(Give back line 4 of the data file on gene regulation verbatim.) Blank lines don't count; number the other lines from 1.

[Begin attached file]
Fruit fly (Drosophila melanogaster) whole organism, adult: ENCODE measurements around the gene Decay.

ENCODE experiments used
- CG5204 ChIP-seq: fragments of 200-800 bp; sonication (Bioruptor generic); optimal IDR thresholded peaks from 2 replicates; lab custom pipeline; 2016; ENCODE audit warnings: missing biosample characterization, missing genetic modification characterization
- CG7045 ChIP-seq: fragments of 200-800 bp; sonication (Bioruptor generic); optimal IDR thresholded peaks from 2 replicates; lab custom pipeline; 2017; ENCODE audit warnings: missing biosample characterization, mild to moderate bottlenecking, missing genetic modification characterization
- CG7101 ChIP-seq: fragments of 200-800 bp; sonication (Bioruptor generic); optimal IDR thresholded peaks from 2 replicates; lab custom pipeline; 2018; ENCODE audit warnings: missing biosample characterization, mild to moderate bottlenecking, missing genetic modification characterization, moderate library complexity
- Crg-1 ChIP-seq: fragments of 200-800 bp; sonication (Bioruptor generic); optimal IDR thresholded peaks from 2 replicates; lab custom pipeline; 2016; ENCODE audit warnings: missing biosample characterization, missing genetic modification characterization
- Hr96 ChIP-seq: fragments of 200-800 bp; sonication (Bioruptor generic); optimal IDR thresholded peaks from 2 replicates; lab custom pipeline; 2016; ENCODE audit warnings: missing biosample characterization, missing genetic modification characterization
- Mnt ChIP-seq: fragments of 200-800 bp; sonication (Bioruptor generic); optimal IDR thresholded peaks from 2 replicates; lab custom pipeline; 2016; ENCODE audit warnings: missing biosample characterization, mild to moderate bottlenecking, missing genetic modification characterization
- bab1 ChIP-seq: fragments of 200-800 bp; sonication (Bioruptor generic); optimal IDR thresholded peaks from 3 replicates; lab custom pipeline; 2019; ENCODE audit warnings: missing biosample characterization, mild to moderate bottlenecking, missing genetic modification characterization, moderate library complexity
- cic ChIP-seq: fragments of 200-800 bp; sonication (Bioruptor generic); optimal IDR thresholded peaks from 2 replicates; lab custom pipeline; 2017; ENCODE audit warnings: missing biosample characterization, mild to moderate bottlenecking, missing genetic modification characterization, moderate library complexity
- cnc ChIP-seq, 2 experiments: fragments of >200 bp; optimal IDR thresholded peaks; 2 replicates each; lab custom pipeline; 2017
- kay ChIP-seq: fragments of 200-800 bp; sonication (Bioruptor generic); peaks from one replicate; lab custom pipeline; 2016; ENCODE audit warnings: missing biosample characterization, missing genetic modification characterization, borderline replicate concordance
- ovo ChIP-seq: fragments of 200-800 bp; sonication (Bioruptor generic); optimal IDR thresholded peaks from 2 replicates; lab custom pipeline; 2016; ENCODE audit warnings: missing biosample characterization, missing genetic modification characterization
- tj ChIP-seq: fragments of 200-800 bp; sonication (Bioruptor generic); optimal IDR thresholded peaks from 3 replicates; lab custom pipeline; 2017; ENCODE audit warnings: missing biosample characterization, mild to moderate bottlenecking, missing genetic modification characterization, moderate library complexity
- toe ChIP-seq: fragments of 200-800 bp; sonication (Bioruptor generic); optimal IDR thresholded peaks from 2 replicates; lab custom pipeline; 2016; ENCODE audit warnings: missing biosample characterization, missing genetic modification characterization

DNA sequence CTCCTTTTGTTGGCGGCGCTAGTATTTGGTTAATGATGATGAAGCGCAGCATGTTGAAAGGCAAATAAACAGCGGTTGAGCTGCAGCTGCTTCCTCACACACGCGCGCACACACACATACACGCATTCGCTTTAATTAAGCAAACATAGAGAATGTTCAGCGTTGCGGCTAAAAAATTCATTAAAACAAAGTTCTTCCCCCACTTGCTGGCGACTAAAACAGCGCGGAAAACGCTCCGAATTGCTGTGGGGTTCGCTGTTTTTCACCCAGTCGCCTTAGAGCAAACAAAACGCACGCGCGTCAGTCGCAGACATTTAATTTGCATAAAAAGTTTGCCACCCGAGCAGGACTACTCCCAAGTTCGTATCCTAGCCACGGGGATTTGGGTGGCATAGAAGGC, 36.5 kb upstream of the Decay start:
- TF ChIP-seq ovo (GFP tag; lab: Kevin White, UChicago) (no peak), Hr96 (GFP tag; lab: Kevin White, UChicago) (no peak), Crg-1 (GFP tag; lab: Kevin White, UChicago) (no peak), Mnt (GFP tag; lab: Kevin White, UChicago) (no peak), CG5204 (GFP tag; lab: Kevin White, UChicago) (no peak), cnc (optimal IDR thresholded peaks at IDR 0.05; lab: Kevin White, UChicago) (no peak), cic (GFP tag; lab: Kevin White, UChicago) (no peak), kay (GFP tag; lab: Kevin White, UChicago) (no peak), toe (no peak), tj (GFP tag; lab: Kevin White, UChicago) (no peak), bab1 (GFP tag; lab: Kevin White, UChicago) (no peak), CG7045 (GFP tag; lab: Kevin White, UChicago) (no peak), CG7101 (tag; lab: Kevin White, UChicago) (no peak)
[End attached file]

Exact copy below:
- CG7045 ChIP-seq: fragments of 200-800 bp; sonication (Bioruptor generic); optimal IDR thresholded peaks from 2 replicates; lab custom pipeline; 2017; ENCODE audit warnings: missing biosample characterization, mild to moderate bottlenecking, missing genetic modification characterization